She talked about going somewhere for intensive, in-house therapy and rehab for several weeks.  She knew she was spiraling out of control and that she couldn’t stop the downward spiral alone.  She also knew how expensive such treatment would be.  She’d done the research. She couldn’t possibly afford it and didn’t dare come out and directly ask our parents for help paying for treatment.  She didn’t have any assets to speak of that she could borrow against and was already stressed financially.  Besides, there was her job to consider, and she worried about what reason she’d give to her employer for needing such an extended absence- about how it would affect her job security. 
Instead, she agreed to start seeing a therapist again.  Even paying for those visits was burdensome for her.  I remember looking through her checkbook after her death, seeing copies of checks she’d written for therapy, realizing what even that minimal amount of treatment had cost her out-of-pocket.  She needed so much more.  Cost shouldn’t have been the deciding factor, but it was for her, as it is for so many.  Part of me understands the utter defeat she must have felt, the overwhelming burden of how sick she was, knowing what it would really take for her to get better and feeling that it was out of reach. 
A National Survey on Drug Use and Health published last year showed that of the 45.9 million adults with mental illness, fewer than half receive counseling or treatment.   Receiving and paying for treatment of mental illness and/or substance abuse should be no different than receiving treatment for physical illnesses. Treatment outcomes for those with serious mental illness are comparable to outcomes to general medical or surgical treatments for chronic medical conditions.  In fact, treatment outcomes for common surgical treatments like heart disease have an approximate 40 to 60 percent success rate.  Success rates for early treatment of mental illness are 60 to 80 percent (Health care reform for Americans with severe mental illnesses. Report of the National Advisory Mental Health Council. American Journal of Psychiatry 1993; 150:1447-1465).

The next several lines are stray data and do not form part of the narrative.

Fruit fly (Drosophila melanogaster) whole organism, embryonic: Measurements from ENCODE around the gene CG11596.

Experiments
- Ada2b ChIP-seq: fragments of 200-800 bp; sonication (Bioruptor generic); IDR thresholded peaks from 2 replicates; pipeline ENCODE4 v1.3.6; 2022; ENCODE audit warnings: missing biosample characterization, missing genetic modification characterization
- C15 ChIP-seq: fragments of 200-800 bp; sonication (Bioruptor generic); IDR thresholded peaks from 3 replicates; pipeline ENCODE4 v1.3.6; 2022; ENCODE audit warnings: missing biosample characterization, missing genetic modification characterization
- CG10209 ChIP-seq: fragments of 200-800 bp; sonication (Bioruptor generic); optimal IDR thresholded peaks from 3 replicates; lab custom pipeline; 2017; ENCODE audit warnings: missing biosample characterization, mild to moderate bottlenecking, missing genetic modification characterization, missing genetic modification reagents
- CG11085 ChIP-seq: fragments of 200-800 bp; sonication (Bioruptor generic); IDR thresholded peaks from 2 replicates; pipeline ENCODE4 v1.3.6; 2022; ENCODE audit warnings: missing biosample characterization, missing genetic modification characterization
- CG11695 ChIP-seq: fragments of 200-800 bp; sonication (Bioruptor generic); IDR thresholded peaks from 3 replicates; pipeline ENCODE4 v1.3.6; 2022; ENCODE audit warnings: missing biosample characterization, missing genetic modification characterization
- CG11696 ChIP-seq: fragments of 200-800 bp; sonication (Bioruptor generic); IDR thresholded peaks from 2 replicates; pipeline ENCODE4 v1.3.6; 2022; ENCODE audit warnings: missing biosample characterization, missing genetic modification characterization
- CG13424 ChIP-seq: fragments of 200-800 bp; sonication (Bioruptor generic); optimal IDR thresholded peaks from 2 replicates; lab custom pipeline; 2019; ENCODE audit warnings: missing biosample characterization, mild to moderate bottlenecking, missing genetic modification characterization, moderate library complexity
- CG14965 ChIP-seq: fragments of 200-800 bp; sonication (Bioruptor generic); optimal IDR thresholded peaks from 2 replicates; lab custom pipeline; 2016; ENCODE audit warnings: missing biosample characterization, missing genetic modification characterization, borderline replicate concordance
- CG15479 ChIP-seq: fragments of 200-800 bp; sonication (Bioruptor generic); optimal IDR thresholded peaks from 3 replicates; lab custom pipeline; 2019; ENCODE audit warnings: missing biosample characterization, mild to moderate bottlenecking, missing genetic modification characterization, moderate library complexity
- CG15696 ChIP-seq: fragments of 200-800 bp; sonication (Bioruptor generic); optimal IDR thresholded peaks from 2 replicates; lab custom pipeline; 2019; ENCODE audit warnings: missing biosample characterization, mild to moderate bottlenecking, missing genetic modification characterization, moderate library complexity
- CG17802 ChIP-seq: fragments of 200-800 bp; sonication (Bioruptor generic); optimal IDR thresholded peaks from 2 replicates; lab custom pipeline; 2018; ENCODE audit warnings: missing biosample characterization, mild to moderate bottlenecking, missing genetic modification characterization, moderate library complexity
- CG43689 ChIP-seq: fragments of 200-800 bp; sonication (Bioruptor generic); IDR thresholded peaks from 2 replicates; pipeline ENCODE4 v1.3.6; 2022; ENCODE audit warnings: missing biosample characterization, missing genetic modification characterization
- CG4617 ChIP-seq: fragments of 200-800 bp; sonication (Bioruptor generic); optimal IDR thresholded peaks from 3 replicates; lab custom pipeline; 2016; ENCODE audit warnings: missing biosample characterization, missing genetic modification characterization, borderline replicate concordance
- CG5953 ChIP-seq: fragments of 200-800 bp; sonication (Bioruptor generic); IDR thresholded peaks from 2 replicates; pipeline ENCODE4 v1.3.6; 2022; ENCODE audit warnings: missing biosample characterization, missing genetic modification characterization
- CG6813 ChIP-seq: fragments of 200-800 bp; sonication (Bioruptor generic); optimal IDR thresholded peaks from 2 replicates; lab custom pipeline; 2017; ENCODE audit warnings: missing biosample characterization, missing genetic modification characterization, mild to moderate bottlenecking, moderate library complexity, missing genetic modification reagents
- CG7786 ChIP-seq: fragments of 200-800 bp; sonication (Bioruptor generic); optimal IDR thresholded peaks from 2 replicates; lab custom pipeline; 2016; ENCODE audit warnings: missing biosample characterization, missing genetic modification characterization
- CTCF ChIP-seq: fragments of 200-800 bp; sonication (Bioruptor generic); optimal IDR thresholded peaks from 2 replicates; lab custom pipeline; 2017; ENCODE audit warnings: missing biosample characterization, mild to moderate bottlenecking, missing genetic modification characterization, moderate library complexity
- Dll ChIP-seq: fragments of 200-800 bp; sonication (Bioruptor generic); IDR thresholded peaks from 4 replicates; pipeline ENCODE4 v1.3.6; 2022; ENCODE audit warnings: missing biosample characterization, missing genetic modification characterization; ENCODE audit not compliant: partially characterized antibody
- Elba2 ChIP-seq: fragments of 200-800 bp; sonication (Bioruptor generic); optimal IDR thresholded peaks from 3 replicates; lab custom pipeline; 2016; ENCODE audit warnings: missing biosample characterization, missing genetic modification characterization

It’s too late for my sister to get the help she needed.  It isn’t too late for the millions of others who are struggling with mental illness and substance abuse.  So far, I haven’t been political in my blog posts, but this cause is much too personal for me to not raise awareness.  Every day for the rest of my life I’ll live with the devastating result of a life lost to suicide because of untreated mental illness.  I don’t want anyone else to have to face the same consequence.
May is Mental Health Awareness Month.  If you care about mental health parity, I urge you to please contact the President and ask him to issue the final regulations for the Mental Health Parity Law.  You can email the White House by following this link http://www.whitehouse.gov/contact/submit-questions-and-comments.  Under subject select “Health Care” under “I Have a Policy Comment”.  You can also call the White House Monday-Friday, 9 a.m. - 5 p.m. and leave a voice mail message at this number 202-456-1111.
Thank you.


  1. Thank you for making yourself aware of what is going on to try and gain better health care for the mentally ill, for taking an active part in helping others gain the care they need, and for encouraging others to also make their voices known. Julie would be proud of you. I am also. XO

  2. I will go to the link, and I appreciate your being willing to do your part in getting this passed. I join your mother in applauding your willingness to make a difference. Perhaps it will save another. I can only hope and pray that it will be so.